Normally when you win a Knight News Challenge grant, there’s not much of a question about what to do. You take the money! But for Fernanda Viegas and Martin Wattenberg of Flowing Media, winning in the 2010 competition prompted a tough decision. Ultimately, the data visualization team, responsible for such Internet classics as NameVoyager and Many Eyes, decided to turn down the grant. “We had to think very hard about this,” Viegas told me. “It wasn’t going to work for us.”
The reason: Viegas and Wattenberg didn’t like the open-source component of the News Challenge grant agreement, which requires that winners share all work done under the grant under a copyleft license that maximizes openness. “The licensing requirements weren’t right for us, or the project, really,” Viegas explained. (Their pitch was for a data visualization tool for news organizations; they declined to go into more detail than that.)
As the News Challenge FAQ states:
By “open-source” we mean a digital open-source platform that uses a code base that can be used by anyone after the grant period to either replicate your project in their community or to build upon it. You will own your platform, but you will have to share under GPL or Creative Commons licensing.
The applicant holds the intellectual property rights, subject to Knight Foundation’s requirement that the intellectual property be shared with the world…If you win, however, under the open-source rules you’ll have to share your software code and other know-how with everyone.
You would have to publish anything that you developed using grant funds. And it has to be something that is fully-featured and ready to be used by anybody who has a minimum tech capacity.
[in response to: Will you really fund a for-profit company?] Yes, if the company is uniquely positioned to test or develop a new technique or technology and is willing to share the results of that test with everyone.
This isn’t the first time that the open-source requirement and a grant winner’s desire for profits have been sticking points in a News Challenge grant. Last year, after KNC winner Everyblock was sold to MSNBC.com, Knight said it was rethinking how to restructure grant deals, and there was much discussion around what, exactly, an open-source release meant in the context of a for-profit company. (Check the heated comments on that post to get an idea of how vehement things got.) With almost half of this year’s winners being for-profit companies, it’s a question that was bound to come up again.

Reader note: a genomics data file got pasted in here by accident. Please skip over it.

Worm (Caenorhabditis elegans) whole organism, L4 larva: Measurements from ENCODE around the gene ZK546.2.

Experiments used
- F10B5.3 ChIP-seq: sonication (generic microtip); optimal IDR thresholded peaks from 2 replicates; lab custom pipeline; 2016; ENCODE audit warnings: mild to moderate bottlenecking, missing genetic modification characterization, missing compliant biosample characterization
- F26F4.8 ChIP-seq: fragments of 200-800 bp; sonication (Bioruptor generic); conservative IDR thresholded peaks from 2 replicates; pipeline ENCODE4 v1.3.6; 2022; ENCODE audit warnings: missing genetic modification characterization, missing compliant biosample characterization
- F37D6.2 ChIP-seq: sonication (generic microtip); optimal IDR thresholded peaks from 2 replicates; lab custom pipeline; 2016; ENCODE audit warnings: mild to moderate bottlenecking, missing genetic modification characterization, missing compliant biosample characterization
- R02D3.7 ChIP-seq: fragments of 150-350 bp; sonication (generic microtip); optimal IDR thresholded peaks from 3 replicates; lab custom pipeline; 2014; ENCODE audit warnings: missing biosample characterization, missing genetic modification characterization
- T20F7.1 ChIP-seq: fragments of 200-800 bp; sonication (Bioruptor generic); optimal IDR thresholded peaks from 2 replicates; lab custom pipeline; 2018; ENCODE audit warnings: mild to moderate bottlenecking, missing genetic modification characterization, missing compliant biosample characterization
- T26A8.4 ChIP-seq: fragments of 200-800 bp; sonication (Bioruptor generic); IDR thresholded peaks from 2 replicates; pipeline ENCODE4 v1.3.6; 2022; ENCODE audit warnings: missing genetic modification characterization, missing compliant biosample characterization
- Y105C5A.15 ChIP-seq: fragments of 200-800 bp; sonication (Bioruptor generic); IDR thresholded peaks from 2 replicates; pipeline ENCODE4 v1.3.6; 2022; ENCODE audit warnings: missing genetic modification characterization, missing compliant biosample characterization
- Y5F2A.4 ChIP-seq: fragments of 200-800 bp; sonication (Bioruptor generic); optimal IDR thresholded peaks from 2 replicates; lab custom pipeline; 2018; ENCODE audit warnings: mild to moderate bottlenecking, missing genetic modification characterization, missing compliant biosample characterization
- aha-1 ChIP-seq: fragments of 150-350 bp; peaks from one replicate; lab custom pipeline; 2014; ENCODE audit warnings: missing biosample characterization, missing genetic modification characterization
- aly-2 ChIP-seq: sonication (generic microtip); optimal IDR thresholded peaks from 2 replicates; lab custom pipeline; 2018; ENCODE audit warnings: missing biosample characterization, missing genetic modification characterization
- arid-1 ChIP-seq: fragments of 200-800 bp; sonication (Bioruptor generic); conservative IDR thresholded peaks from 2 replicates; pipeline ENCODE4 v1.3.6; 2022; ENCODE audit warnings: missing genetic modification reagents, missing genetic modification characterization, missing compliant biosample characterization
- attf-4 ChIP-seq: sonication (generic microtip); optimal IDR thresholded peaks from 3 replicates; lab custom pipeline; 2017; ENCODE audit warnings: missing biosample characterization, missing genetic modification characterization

I emailed with Marc Fest, the vice president for communications at Knight, about Flowing Media’s decision. He explained that for-profit companies have a choice under the News Challenge rules. Winners can accept a grant and bind themselves to the GNU General Public License, which makes the code reusable or alterable by anyone else. Alternately, for-profits can choose to structure the winnings as a zero-percent interest loan that must be repaid. A version of the project would still need to be released under the GPL.
I asked Fest if Knight will use the same rules again next year, the fifth year of the competition. “The News Challenge is as much an experiment as the projects it supports,” he wrote. “We’ve learned from each year’s process and refined it. The current standards serve the purpose of broadly disseminating innovation through open source standards, GPL for software and Creative Commons for other material. We will continue to learn and innovate to better serve those objectives. If any changes happen, we will let the applicants know.”
Flowing Media’s decision, the company says, doesn’t mean they’re against open-source projects. The team is currently building an open-source tool to help journalists plot data on a timeline. At a Hacks/Hackers event in Cambridge, Viegas and Wattenberg presented their project, Time Flow, to techies and journalists. The journalists in the audience I spoke with appreciated the potential the software has to help reporters find untold stories in data. “In the journalism world, there still aren’t great analytical visualization tools. This is an experiment in that,” Wattenberg explained. Flowing Media is working on the project with Duke’s Sarah Cohen, a journalism professor and long-time investigative journalist. Cohen wanted a tool that broke away from the “impulse to aggregate,” letting journalists continue to dive deep into their reporting. An early version of the desktop application is available for download.
As for their proposed News Challenge project, it’s been tabled. Instead, the team will work on projects for Google, which recently hired away both Wattenberg and Viegas. They’ll continue to do data visualization work there.
Though Flowing Media’s situation was a bit unusual, it’s part of a broader issue floating in the News Challenge world: How do Knight grants setup a project that’s financially sustainable for the long-haul? Other winners have struggled to figure out a way to sustain their projects once Knight’s funding runs out. The foundation recently announced hiring a director of business consulting, Benoit Wirz, to consult with “select Knight grantees.” Perhaps that’s an acknowledgment that free money is still complicated.